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Discussion Starter · #1 ·
When your oldest is about to start driving…. It’s time for another Volvo!

When you’re a frugal shade tree mechanic, it doesn’t arrive under its own power!

When you’re my kid, you get to learn how to fix what’s wrong with it.

Will be interesting to see if she enjoys wrenching like both of her grandfathers and I do..

But one thing I know for sure… she will be safe while she drives it!




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Discussion Starter · #2 ·
My buddy Chad (waving in the 1st picture) works at a shop in our area that services a lot of Volvos.

This car has been passed around the same family since new. The shop diagnosed it (blown heater core leading to a blown head gasket) and they decided that they were tired of repairing it.

I’m unsure of actual mileage. It shows 152k on the odometer and someone wrote under the hood that the timing belt was changed at 229k back in 2013.

It needs a lot of love… and some parts. Thankfully I have a pretty good stash of p80 parts from having a fleet of entirely p80s for about the last decade.. and I enjoy the salvage yard!










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Discussion Starter · #3 ·





It’s a bit dirty, from the family dog riding in the car.. but the body is mostly solid. A little damage to the drivers front fender, some rub marks on the rear bumper, and the drivers front door check is busted in the body, will need some sort of a repair job done.

Everything needs a really good deep cleaning. I think my first step is going to be grabbing a rebuildable head from the salvage yard and taking it to the machine shop. The car starts and runs now and actually sounds pretty good.

First parts list includes:

PCV kit
Timing kit
Heater core and firewall junction

More in depth look and project evaluation coming soon!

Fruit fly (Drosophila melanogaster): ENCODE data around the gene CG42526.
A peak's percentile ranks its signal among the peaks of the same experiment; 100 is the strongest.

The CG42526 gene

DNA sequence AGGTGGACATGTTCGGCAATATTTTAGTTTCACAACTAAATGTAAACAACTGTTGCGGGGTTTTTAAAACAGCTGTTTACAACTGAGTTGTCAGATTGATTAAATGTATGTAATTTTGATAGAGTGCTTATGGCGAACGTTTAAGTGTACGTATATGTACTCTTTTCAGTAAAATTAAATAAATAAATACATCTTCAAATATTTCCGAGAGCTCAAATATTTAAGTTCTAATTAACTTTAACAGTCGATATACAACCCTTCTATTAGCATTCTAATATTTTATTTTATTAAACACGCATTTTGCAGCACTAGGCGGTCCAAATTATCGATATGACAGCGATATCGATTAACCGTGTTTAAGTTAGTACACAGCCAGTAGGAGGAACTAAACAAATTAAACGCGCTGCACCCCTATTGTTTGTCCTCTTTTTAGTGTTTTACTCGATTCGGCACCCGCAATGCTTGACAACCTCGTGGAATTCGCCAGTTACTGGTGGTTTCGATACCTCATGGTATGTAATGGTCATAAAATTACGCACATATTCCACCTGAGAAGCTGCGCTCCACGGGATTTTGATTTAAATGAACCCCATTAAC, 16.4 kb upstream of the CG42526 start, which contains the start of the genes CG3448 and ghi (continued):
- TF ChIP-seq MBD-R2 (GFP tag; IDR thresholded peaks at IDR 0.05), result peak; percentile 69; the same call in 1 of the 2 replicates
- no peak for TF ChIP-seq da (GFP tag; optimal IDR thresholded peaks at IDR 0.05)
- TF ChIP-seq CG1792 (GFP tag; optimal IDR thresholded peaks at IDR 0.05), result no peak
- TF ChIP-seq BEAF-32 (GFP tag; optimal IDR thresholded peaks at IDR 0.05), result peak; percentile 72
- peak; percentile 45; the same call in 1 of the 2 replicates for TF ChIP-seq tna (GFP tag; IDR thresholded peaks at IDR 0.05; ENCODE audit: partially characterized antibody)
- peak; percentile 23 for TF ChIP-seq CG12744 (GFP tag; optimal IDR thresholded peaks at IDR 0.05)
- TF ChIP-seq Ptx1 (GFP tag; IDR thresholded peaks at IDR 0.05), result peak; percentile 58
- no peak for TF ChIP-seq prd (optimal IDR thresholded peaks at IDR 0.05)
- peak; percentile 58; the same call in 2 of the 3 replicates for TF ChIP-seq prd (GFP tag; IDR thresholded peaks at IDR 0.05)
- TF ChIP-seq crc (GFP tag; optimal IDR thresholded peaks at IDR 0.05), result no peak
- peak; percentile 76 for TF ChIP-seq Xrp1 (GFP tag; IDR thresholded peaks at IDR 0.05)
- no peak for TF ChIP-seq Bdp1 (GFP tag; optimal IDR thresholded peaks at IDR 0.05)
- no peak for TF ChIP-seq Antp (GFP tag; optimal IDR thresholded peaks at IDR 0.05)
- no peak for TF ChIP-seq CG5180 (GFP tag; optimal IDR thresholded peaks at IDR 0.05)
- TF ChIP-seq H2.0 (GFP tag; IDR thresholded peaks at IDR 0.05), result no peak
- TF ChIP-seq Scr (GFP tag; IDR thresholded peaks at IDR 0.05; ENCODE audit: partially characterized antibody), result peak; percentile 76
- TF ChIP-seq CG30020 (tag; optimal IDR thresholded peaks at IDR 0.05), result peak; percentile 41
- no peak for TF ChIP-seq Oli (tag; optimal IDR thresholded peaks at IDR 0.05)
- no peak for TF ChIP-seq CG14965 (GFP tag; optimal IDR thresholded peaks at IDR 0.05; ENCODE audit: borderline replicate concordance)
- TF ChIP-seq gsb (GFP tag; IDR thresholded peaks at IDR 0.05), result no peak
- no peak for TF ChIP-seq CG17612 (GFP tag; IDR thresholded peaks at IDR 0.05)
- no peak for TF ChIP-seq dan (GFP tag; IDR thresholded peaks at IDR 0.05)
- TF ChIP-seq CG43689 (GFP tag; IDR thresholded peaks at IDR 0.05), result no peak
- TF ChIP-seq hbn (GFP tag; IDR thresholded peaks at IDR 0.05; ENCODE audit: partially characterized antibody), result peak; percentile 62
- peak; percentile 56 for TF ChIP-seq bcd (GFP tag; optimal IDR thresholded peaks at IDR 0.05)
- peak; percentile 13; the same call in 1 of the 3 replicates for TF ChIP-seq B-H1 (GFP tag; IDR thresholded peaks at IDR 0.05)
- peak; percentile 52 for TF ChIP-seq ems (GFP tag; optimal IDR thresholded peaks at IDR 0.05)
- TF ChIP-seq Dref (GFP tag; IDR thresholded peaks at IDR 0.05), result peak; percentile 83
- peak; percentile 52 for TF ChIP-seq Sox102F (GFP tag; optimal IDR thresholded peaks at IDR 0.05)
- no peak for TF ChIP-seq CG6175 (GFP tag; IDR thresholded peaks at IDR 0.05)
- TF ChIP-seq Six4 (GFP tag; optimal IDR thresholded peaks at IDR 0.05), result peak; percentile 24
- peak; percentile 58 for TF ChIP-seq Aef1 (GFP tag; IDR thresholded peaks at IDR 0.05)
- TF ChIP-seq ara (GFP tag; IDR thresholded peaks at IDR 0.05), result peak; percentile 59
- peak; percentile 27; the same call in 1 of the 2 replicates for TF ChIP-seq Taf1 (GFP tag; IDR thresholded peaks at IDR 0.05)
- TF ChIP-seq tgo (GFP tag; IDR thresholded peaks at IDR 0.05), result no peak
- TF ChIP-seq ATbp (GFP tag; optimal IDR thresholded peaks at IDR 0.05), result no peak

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When your oldest is about to start driving…. It’s time for another Volvo!

When you’re a frugal shade tree mechanic, it doesn’t arrive under its own power!

When you’re my kid, you get to learn how to fix what’s wrong with it.

Will be interesting to see if she enjoys wrenching like both of her grandfathers and I do..

But one thing I know for sure… she will be safe while she drives it!




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Nice ! I did the exact same thing w/ my 3 boys.
 

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Discussion Starter · #7 ·
I went to pull a part and grabbed a few bits off a 96 GLT. Got the factory fog lamps, switch, relays, rubber surrounds to go around the fog lights etc. Also grabbed a throttle cover.




I was looking for a decent rebuildable NA head to take to the machine shop, in hopes that I could have one rebuilt and ready to slap on the engine.

But, I’m a little torn.

Idk the mileage on this engine. My friend Chad works at the shop it was serviced at since new and said they kept up on the maintenance for the most part.

Odo is broken, around 150k miles iirc. I need to find the correct mileage. I have an app and a Bluetooth module for that and will grab it soon.

The last timing belt was done in 2013 at 229k if I believe what’s written on the top of the ecu box.

So, I don’t think it’s out of reason to assume it might have 300k or more on it.

So I’m debating how I decide whether I look for a low mile NA engine or do a head slap.

Since it’s a kids car and there’s a good chance it might be wrecked or otherwise damaged, I’m not sure it’s the right fiscal decision to rebuild a head etc - a whole engine might be faster and cheaper. Any engine is gonna need PCV, timing kit, wires, plugs, etc.

My machine shop was $300 for the last head I had decked and a valve job done on. I have a spare gasket set on hand, but it’s not OE gaskets and I only use Volvo gaskets on my 850Rs.

It starts and runs and sounds good other than lifter ticking. I didn’t let it run long since there’s no coolant in the engine.

I imagine the lifters may stop ticking when they fill up with oil. If I grab a head to rebuild, I’d try to grab a 98 for sure to get the updated lifters.

So, I’m kicking around how I decide whether to do a head rebuild or swap the entire engine.

Thoughts?
 

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Super excited to follow. I want to see the wrenching!
 

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Discussion Starter · #9 ·
So, PCV on NA models…

Never worked on a NA Volvo before.

FCP has a PCV kit for $343.10. A ‘genuine’ kit where as much OE stuff is included as possible, but some filler stuff is included where OEM is not available.

IPD has what they call a high quality replacement kit, using some OE Volvo and some aftermarket. It’s $178.95. And it’s also out of stock.

Both kits include parts that may not be needed.

What’s the best way to tackle PCV on a NA car?
 

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So, PCV on NA models…

Never worked on a NA Volvo before.